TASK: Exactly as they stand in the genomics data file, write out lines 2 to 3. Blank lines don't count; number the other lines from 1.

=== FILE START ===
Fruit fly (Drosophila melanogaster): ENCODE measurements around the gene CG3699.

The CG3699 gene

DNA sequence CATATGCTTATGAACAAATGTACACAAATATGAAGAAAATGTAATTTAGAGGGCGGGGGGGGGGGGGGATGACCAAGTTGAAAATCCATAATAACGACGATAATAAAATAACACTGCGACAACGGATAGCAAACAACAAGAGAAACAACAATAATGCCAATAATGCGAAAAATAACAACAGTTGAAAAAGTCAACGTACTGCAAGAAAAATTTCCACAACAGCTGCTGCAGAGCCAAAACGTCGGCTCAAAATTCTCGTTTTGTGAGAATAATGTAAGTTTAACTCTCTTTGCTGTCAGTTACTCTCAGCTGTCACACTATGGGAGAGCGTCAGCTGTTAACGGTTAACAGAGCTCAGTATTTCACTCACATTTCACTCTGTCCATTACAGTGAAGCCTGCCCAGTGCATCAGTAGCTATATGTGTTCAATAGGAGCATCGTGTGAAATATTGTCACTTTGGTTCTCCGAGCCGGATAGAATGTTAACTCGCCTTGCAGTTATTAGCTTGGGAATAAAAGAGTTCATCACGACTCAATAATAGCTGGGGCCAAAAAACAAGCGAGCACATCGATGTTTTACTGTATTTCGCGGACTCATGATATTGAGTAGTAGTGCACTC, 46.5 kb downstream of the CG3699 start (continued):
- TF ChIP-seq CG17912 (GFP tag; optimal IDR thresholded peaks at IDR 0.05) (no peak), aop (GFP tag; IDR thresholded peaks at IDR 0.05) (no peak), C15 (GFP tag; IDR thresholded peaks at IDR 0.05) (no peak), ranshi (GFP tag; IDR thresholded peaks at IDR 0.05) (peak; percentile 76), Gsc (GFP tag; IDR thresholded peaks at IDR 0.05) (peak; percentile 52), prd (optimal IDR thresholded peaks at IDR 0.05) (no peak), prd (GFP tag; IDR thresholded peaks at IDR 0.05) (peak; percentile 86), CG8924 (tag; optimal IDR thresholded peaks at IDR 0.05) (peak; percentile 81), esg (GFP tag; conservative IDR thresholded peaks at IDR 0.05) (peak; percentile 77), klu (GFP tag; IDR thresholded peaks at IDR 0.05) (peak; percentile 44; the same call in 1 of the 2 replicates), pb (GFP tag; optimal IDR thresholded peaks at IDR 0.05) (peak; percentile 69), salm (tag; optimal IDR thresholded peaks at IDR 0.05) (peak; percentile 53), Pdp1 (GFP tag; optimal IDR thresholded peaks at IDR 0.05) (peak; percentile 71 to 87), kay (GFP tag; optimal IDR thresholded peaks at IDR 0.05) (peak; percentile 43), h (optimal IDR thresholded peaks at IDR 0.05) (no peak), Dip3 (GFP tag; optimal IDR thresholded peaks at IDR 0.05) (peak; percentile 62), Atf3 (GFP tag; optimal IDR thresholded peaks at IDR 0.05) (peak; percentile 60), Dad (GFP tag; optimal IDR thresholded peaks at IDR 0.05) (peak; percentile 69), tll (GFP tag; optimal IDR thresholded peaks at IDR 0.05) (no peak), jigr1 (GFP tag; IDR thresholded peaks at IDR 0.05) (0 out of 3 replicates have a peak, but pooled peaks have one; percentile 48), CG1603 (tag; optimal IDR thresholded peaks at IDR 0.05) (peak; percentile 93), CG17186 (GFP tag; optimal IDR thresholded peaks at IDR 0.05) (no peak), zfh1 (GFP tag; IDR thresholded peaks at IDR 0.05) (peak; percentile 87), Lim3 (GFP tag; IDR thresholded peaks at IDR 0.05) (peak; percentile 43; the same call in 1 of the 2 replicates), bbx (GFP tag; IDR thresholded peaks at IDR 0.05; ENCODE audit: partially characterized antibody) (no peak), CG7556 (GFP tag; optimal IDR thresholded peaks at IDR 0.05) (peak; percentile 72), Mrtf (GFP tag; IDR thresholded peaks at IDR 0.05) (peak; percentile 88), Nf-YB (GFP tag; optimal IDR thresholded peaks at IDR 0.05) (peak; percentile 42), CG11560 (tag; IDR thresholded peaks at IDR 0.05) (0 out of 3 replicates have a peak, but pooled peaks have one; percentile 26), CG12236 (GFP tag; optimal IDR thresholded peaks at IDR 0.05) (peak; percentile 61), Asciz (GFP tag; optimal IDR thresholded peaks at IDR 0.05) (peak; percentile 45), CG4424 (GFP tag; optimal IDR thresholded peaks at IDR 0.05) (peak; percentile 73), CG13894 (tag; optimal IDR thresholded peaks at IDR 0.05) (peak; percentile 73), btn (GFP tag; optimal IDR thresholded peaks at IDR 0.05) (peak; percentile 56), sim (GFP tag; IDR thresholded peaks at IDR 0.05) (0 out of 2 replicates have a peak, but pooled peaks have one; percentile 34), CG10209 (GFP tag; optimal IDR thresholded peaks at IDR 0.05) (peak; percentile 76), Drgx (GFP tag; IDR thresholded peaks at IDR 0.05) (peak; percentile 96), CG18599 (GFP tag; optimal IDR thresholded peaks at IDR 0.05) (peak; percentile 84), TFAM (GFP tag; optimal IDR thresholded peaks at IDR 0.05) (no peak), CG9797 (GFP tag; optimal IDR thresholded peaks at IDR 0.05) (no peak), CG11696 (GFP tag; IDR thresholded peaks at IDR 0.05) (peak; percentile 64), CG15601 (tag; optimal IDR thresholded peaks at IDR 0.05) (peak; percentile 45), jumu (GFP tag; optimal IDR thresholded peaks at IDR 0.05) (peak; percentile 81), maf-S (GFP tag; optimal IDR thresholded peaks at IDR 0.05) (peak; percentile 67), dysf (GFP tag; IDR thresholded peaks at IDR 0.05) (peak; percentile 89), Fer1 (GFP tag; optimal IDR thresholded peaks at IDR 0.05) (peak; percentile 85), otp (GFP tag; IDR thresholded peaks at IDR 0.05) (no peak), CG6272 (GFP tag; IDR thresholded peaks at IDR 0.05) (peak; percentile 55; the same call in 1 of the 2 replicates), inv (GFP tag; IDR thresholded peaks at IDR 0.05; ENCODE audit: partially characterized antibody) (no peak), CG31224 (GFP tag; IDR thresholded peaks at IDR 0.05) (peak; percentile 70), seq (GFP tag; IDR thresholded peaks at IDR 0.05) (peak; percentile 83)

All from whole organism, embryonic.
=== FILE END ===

The CG3699 gene

DNA sequence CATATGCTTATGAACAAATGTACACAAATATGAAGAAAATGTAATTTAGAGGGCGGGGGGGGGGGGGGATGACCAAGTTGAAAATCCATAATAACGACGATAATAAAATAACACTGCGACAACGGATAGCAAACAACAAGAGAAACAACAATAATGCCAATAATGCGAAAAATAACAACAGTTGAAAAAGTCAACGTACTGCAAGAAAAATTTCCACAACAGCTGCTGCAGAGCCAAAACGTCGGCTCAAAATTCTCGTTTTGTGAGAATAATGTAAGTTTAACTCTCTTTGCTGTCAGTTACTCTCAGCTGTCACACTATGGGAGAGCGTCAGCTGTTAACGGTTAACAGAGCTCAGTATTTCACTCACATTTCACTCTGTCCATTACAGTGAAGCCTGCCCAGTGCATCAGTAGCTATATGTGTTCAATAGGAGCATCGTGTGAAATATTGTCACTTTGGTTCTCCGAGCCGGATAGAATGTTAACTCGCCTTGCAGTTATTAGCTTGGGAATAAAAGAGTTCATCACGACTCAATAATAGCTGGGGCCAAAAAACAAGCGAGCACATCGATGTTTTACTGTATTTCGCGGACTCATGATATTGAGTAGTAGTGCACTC, 46.5 kb downstream of the CG3699 start (continued):